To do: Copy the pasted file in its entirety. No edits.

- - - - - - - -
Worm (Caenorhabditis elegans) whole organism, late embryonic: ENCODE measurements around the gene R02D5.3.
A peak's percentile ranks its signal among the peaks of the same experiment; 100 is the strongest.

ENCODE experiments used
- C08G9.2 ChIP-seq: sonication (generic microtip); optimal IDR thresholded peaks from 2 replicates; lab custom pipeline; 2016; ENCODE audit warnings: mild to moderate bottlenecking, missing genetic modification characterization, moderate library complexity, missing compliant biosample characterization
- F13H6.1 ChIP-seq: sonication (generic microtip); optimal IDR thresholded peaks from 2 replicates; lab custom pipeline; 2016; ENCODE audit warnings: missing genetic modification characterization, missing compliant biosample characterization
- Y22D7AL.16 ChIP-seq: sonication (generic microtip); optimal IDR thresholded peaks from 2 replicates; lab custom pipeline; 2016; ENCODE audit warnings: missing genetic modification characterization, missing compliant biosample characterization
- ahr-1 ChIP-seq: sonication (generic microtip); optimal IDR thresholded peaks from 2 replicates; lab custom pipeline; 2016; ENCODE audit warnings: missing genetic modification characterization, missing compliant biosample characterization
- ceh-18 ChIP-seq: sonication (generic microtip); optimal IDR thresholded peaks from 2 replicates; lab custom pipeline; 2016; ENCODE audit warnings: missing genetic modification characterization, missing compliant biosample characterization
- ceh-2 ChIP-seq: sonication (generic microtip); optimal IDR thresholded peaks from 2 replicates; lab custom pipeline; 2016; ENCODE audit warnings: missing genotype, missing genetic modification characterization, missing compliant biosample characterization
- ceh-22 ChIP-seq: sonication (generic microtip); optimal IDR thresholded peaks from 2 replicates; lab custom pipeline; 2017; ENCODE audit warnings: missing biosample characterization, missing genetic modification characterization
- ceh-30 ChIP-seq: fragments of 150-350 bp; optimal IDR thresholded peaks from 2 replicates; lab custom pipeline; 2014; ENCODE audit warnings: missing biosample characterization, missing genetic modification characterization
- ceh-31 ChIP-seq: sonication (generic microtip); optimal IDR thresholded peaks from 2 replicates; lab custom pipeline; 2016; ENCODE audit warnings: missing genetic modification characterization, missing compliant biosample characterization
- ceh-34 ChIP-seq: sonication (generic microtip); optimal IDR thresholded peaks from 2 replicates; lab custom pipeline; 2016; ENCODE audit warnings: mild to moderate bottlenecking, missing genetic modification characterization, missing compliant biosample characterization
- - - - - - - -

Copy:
Worm (Caenorhabditis elegans) whole organism, late embryonic: ENCODE measurements around the gene R02D5.3.
A peak's percentile ranks its signal among the peaks of the same experiment; 100 is the strongest.

ENCODE experiments used
- C08G9.2 ChIP-seq: sonication (generic microtip); optimal IDR thresholded peaks from 2 replicates; lab custom pipeline; 2016; ENCODE audit warnings: mild to moderate bottlenecking, missing genetic modification characterization, moderate library complexity, missing compliant biosample characterization
- F13H6.1 ChIP-seq: sonication (generic microtip); optimal IDR thresholded peaks from 2 replicates; lab custom pipeline; 2016; ENCODE audit warnings: missing genetic modification characterization, missing compliant biosample characterization
- Y22D7AL.16 ChIP-seq: sonication (generic microtip); optimal IDR thresholded peaks from 2 replicates; lab custom pipeline; 2016; ENCODE audit warnings: missing genetic modification characterization, missing compliant biosample characterization
- ahr-1 ChIP-seq: sonication (generic microtip); optimal IDR thresholded peaks from 2 replicates; lab custom pipeline; 2016; ENCODE audit warnings: missing genetic modification characterization, missing compliant biosample characterization
- ceh-18 ChIP-seq: sonication (generic microtip); optimal IDR thresholded peaks from 2 replicates; lab custom pipeline; 2016; ENCODE audit warnings: missing genetic modification characterization, missing compliant biosample characterization
- ceh-2 ChIP-seq: sonication (generic microtip); optimal IDR thresholded peaks from 2 replicates; lab custom pipeline; 2016; ENCODE audit warnings: missing genotype, missing genetic modification characterization, missing compliant biosample characterization
- ceh-22 ChIP-seq: sonication (generic microtip); optimal IDR thresholded peaks from 2 replicates; lab custom pipeline; 2017; ENCODE audit warnings: missing biosample characterization, missing genetic modification characterization
- ceh-30 ChIP-seq: fragments of 150-350 bp; optimal IDR thresholded peaks from 2 replicates; lab custom pipeline; 2014; ENCODE audit warnings: missing biosample characterization, missing genetic modification characterization
- ceh-31 ChIP-seq: sonication (generic microtip); optimal IDR thresholded peaks from 2 replicates; lab custom pipeline; 2016; ENCODE audit warnings: missing genetic modification characterization, missing compliant biosample characterization
- ceh-34 ChIP-seq: sonication (generic microtip); optimal IDR thresholded peaks from 2 replicates; lab custom pipeline; 2016; ENCODE audit warnings: mild to moderate bottlenecking, missing genetic modification characterization, missing compliant biosample characterization